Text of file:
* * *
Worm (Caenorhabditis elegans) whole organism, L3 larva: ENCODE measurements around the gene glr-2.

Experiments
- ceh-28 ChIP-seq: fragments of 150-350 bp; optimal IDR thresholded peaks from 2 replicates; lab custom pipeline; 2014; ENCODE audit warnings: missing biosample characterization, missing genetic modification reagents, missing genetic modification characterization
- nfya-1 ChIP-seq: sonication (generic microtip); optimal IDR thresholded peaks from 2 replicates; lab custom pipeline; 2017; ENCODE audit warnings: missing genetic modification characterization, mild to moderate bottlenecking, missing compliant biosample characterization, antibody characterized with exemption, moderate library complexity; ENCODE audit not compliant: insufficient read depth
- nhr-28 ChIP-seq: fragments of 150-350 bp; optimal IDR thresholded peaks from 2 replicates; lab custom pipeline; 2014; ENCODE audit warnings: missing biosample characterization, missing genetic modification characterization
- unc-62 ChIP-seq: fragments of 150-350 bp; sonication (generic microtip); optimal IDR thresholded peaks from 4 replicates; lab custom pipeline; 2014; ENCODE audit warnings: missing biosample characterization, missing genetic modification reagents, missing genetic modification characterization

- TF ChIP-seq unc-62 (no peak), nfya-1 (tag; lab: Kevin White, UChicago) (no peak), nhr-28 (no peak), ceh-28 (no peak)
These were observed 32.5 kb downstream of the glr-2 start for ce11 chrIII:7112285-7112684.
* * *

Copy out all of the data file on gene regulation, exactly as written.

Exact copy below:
Worm (Caenorhabditis elegans) whole organism, L3 larva: ENCODE measurements around the gene glr-2.

Experiments
- ceh-28 ChIP-seq: fragments of 150-350 bp; optimal IDR thresholded peaks from 2 replicates; lab custom pipeline; 2014; ENCODE audit warnings: missing biosample characterization, missing genetic modification reagents, missing genetic modification characterization
- nfya-1 ChIP-seq: sonication (generic microtip); optimal IDR thresholded peaks from 2 replicates; lab custom pipeline; 2017; ENCODE audit warnings: missing genetic modification characterization, mild to moderate bottlenecking, missing compliant biosample characterization, antibody characterized with exemption, moderate library complexity; ENCODE audit not compliant: insufficient read depth
- nhr-28 ChIP-seq: fragments of 150-350 bp; optimal IDR thresholded peaks from 2 replicates; lab custom pipeline; 2014; ENCODE audit warnings: missing biosample characterization, missing genetic modification characterization
- unc-62 ChIP-seq: fragments of 150-350 bp; sonication (generic microtip); optimal IDR thresholded peaks from 4 replicates; lab custom pipeline; 2014; ENCODE audit warnings: missing biosample characterization, missing genetic modification reagents, missing genetic modification characterization

- TF ChIP-seq unc-62 (no peak), nfya-1 (tag; lab: Kevin White, UChicago) (no peak), nhr-28 (no peak), ceh-28 (no peak)
These were observed 32.5 kb downstream of the glr-2 start for ce11 chrIII:7112285-7112684.